Joy, action and imagination are my biggest motivators and we work very
hard to ensure that everyone I work with also experience them through
their work. I’ve been taking a lot of interviews lately to hire for our
growing team. One of the most common questions, I’m asked by candidates
is “What makes you coming back to work day after day at IMDb?” I love
this question, because it provides me a direct segue to “sell” the
culture. I’m writing this post to not sell the culture, but to
highlight the key factors of a high-performing team.
I didn’t start out on day one with an intention of looking for joy, action and imagination in everything I did. In fact one of my biggest motivators has always been “the impact made by the product”. After my team shipped the beautiful IMDb app for iPad in April under extremely tight constraints, I asked myself –
“What kept/keeps us going as individuals and as a team?”
“What made a team member create a custom video player from scratch on the day of launch, when we discovered a bug in the default video player provided by the iPad SDK? All other apps launched with that bug, except ours. What led us push the envelope?”
“What kept a new dad of a one month infant code furiously (of course by choice)?”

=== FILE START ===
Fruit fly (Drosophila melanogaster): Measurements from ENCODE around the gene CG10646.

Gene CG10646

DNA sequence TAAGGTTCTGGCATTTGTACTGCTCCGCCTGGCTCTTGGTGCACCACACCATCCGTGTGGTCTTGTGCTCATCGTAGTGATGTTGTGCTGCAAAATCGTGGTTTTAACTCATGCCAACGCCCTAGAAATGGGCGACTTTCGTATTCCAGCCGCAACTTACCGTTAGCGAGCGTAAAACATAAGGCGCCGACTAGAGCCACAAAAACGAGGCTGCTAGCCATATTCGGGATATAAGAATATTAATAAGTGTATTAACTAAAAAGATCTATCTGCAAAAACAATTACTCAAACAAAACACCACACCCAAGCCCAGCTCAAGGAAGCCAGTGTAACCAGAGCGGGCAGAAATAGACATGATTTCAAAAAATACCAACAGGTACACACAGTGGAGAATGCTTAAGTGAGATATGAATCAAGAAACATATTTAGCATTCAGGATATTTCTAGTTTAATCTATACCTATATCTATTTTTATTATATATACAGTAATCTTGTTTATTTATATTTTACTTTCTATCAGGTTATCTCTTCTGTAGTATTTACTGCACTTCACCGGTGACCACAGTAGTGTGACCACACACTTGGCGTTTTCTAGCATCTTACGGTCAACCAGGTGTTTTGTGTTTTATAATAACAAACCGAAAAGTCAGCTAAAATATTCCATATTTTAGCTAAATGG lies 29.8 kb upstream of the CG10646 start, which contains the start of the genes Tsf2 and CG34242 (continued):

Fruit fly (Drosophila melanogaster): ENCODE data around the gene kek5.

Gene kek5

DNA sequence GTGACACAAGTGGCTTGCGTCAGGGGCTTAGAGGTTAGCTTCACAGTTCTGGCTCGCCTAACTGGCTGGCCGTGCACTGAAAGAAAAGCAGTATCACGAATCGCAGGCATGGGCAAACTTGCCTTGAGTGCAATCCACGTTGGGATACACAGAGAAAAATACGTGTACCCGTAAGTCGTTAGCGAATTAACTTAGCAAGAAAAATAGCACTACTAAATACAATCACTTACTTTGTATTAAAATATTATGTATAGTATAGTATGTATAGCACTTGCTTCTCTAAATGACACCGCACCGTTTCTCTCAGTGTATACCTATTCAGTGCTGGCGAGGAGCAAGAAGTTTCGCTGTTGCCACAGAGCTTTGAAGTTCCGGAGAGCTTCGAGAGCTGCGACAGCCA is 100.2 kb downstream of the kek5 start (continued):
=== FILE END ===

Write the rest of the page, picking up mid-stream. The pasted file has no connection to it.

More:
Joy, action and imagination surfaced as obvious themes. We realized that we truly enjoyed working on the products which we were working on. I enjoyed some of it so much that I would even pay someone to let me work on it. When “What’s in it for me?” is measured in terms of joy, the equation becomes more so interesting.
Action is an overloaded term. In a product manager’s language, action = shipping. There is something innately magical about shipping products. Projects with in-built inertia in the form of unrealistically long product cycles and fluid ship dates tend to suck the magic out of shipping. Our approach of being shipping-oriented (action-oriented) assures us that we’ll continue to experience the sheer joy of shipping on an ongoing basis.
Nobody likes to work on unimaginative and bland products. In an ideal world, all unimaginative tasks could be automated and delegated to machines. We ensure that we stretch our imagination and be creative in our approaches as well as products. Imagination is often considered our biggest asset as humans. We make sure that we ruthlessly leverage this asset. Whether it is designing the user interface for an iPad app (which could be visibly imaginative) or it is optimizing the backend caching so that the app is shockingly responsive, we ensure that imagination is the highest order bit in our approach.
Joy, action and imagination continue to motivate me and my team members. Your motivators could be completely different. The highest order bit is to identify your motivators, communicate them to your team members and leverage them to continue to do great things.
What motivates you?
ps 1: On a related note, the 37Signals guys have listed passion, pride and craftsmanship as key tools to optimize a person’s happiness and thus productivity in their latest book – Getting Real. http://gettingreal.37signals.com/ch10_Optimize_for_Happiness.php
ps 2: I realized that I had first heard about joy, action and imagination from Subroto Bagchi in his book – High Performance Entrepreneur.
ps 3: The beautiful photo used in this post is from flickr.com and is used under Creative Commons